Some things just feel good, don’t they? Like Will Wood having a brand new music video to unleash for his song “You Liked This (Okay Computer!).” Over the last couple of years, we’ve gotten to know Wood and his unique, unmistakable oddball charm that makes his music both original, unique, and certainly nonconformist. Wood goes to great lengths to ensure his music videos are just as exceptional as the songs they accompany, and he’s done it again with his new video for “You Liked This (Okay Computer!).” The futuristic, post-modern-looking clip is heavy on social commentary, inspired by the singer and songwriter’s distaste for social media and the negative effects he feels it is having on our collective mental health. It only takes one viewing to know that this is definitively Will Wood operating within his own wheelhouse.
Interestingly enough, the words in “You Liked This (Okay Computer!)” are spoken by voice actress Bev Standing whose voice was utilized by TikTok as its indisputable text-to-speech voice, allegedly without her consent until she launched legal action against the social media giant. Wood took Standing’s voice and integrated it within the song using the whistles and dings that we’ve gotten so used to hearing on our phones and various social media apps we use.
We recently nabbed Will Wood for a Behind the Video interview in which we discussed the nature of music videos, doing your videos DIY style, and the role social media inevitably plays.
How important a role does social media play in sharing videos and increasing exposure?
Will Wood: “There’s, of course, no doubt that social media allows communication and sharing that would otherwise be impossible, especially in the COVID era and the age of streaming wherein vast tours and advertising budgets are either not feasible or not enough. I don’t think that means the good that social media platforms currently allow to happen necessarily outweighs the immense harm they knowingly and often intentionally cause, but in the world of the arts, it’s, unfortunately, a sort of necessary evil at the moment. Hopefully, we won’t need to rely on such corrupt and socially destructive corporations forever.
“I would hope that someday there’s something that replaces it that billionaires, social engineers, and war profiteers can’t use so insidiously or at least there’s some level of accountability for these unbelievably irresponsible and abusive companies. Lord knows I wouldn’t have the career I have without social media, but exposure isn’t really my goal at all. I always saw myself as a bit of a DIY anti-folk road warrior until the pandemic hit. The point was always self-expression and adventure on the road or on stage, not fame or anything, so my focus has mostly only ever been on just making the art that is most fulfilling to make, regardless of exposure or whether or not people like it/want to share it.”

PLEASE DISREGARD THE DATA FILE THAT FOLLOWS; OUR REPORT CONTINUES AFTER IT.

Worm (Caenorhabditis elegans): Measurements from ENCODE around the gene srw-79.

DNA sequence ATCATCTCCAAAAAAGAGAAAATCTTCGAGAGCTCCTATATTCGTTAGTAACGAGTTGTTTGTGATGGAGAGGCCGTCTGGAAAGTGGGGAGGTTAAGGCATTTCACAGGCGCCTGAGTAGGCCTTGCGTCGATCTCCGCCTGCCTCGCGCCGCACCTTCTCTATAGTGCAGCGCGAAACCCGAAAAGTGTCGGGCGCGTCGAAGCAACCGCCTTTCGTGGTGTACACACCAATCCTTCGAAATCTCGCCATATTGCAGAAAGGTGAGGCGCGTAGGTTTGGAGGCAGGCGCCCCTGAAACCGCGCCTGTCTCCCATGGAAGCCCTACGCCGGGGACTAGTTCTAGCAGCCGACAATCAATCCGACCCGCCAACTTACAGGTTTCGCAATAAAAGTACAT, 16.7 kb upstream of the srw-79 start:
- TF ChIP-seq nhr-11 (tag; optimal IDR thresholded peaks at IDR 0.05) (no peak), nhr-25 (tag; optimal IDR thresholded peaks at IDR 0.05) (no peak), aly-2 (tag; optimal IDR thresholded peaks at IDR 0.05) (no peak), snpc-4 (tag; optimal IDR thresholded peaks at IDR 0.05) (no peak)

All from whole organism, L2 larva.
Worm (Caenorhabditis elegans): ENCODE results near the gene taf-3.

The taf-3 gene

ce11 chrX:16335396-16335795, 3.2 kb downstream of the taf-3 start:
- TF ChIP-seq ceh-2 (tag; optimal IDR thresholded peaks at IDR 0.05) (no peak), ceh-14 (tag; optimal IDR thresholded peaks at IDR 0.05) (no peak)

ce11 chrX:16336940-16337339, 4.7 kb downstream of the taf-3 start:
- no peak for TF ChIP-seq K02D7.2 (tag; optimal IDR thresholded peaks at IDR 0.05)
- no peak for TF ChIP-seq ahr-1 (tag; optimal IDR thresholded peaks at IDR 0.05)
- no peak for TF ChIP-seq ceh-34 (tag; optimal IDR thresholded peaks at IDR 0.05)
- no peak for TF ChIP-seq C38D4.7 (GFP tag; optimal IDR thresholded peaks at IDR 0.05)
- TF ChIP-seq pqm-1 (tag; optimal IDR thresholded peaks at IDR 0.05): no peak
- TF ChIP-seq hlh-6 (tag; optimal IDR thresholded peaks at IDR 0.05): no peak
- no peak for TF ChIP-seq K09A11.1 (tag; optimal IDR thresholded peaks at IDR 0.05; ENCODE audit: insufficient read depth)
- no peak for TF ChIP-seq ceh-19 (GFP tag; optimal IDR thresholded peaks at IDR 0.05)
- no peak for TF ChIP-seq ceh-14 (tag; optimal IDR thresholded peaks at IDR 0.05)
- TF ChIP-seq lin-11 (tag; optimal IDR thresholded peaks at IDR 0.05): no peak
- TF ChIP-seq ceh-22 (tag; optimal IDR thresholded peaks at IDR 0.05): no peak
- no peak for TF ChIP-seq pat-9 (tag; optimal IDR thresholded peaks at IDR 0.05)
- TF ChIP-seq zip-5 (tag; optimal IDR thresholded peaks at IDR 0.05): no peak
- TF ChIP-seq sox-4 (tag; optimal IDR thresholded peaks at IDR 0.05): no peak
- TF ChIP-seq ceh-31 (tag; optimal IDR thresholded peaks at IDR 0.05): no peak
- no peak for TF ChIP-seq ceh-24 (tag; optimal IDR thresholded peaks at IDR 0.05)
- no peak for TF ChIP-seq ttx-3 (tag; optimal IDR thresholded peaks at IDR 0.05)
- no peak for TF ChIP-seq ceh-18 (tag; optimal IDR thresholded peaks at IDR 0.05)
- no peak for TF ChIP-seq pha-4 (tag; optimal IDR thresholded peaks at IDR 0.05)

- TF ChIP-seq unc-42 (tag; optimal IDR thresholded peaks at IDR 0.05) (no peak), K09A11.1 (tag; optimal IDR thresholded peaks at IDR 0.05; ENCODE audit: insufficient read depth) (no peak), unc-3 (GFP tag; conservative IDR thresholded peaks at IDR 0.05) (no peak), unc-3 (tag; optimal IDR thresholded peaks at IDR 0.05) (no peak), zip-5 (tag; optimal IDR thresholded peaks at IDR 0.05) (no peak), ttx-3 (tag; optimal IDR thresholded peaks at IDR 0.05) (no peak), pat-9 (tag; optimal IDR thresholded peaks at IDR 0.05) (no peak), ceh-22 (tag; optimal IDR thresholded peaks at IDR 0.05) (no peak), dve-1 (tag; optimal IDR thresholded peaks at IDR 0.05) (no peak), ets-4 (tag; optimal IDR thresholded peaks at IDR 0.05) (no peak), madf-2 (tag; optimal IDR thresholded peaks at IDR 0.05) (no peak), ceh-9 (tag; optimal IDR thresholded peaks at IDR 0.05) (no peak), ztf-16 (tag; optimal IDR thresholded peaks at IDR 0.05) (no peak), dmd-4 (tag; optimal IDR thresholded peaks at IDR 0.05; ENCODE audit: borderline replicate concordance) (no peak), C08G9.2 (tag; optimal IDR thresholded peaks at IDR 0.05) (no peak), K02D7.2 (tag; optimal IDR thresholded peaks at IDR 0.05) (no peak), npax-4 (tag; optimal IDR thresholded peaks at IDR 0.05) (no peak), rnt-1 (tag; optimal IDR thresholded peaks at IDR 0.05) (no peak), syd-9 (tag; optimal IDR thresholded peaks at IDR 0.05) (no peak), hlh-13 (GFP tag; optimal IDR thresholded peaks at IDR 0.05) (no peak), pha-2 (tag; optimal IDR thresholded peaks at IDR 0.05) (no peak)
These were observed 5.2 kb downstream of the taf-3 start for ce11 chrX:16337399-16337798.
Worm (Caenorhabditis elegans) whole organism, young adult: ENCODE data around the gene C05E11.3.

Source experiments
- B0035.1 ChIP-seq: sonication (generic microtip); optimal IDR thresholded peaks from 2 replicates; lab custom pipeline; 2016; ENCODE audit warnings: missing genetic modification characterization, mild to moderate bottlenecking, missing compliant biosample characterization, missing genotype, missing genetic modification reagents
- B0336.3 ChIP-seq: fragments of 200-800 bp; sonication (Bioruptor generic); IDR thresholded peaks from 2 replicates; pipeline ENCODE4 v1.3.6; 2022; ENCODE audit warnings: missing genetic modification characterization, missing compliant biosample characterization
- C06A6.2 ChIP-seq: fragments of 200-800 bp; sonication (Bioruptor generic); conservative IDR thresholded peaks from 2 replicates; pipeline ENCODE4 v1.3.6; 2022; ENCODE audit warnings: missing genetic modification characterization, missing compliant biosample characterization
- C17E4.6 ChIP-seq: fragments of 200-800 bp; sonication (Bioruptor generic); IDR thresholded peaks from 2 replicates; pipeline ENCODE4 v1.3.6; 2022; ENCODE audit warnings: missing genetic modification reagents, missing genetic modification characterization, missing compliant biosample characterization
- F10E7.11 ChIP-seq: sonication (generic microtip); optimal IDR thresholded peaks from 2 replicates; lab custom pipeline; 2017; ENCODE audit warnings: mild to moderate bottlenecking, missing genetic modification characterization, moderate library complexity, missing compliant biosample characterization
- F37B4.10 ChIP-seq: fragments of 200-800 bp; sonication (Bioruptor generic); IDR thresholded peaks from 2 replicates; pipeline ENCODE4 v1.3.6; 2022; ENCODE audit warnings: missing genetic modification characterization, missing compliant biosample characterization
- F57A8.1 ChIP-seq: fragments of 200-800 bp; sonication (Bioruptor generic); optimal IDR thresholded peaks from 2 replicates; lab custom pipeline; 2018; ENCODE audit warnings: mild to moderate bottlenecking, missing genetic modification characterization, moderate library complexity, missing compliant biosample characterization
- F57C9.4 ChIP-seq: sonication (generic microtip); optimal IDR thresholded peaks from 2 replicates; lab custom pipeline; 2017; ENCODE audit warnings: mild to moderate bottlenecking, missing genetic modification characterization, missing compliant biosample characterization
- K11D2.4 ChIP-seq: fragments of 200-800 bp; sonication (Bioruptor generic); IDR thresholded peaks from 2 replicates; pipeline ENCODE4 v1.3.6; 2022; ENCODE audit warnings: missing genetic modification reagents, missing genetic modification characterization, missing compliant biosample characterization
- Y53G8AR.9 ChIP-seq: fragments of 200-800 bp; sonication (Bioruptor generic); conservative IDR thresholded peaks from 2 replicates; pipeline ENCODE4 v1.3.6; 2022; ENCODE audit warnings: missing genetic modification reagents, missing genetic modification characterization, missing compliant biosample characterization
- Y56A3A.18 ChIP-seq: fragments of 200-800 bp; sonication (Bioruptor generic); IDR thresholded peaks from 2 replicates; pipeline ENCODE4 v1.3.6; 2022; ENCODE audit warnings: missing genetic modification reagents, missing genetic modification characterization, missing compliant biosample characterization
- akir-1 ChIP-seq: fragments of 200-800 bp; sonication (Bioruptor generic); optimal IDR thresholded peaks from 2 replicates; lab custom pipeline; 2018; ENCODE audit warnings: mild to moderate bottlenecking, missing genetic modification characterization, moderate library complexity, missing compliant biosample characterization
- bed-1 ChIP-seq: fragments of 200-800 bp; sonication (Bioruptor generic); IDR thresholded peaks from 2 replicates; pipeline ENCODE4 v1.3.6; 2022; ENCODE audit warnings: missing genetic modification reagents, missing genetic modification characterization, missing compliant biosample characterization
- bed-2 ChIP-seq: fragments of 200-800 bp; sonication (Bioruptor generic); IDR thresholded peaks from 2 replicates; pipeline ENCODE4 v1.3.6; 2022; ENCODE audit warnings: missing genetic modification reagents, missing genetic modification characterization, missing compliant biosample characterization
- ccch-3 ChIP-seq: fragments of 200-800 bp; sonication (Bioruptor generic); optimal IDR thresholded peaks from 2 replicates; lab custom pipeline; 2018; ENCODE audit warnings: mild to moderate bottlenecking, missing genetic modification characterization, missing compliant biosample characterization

Do you prefer writing a video around the theme of a song or just going to a warehouse and banging out a live performance?
“I sort of try to make it, so my videos say something, add to the song, or are part of a larger work. The live performance video thing can be fun to make and is usually a piece of my videos, but I feel like that alone, without at least some unique take on it, is rarely much to watch. I tend to think of music videos as their own art form and an opportunity to express as much as the song itself can be. Sometimes a performance video can accomplish that, but the first priority for me is always to try and make something that’s uniquely fun, an adventure to make, or in some way emotive, and so I tend to shy away from performance videos on their own.”
Are the benefits worth the costs and effort involved?
“I think it sort of depends on what your goals are and what you put on the line to try and accomplish it. I don’t think spending a ton of money on a video reliably translates to making that money back, so if your goal is to use the video to make ad revenue or to sell records, I wouldn’t personally break the bank on that gamble even if my idea is great. But that’s not really my goal; I choose the songs I put out as singles and create music videos based on the songs I want to create videos for, so I put the amount of cost and effort into it that I feel is worth the artistic gratification of seeing it come together. So it’s sort of intrinsically worth it to me most of the time.”
Is a well-made DIY video just as good or beneficial as a professionally-made/directed video?
“I mean, ultimately, it depends on the video, I think. Sort of goes back to the previous question. Though I’m sure there are ways, you could make a video that’s worse than no video at all. I think it also sort of depends on how you define DIY versus professionally made. The people I work with are professionals, but we’re still doing it ourselves, and there isn’t some big label with a million dollars trying to make me look sexy and cool. But if the concept and execution keep the creators’ limitations in mind, I think a video made for free can be every bit as powerful as a video made for tens of thousands of dollars. It just depends on what you do with the tools you have at your disposal. So I encourage artists to not wait for a budget to come around to start imagining things.”
What are some of your favourite music videos ever, and why?
“I always really enjoyed Radiohead’s videos; they’ve always been really varied in their themes, mediums, and presentation. The artistry and craftsmanship that went into Tool’s video were always really cool to me too. Unique visuals and stories, and artists who treat the music video as its own art form; that’s what I’ve always enjoyed most.”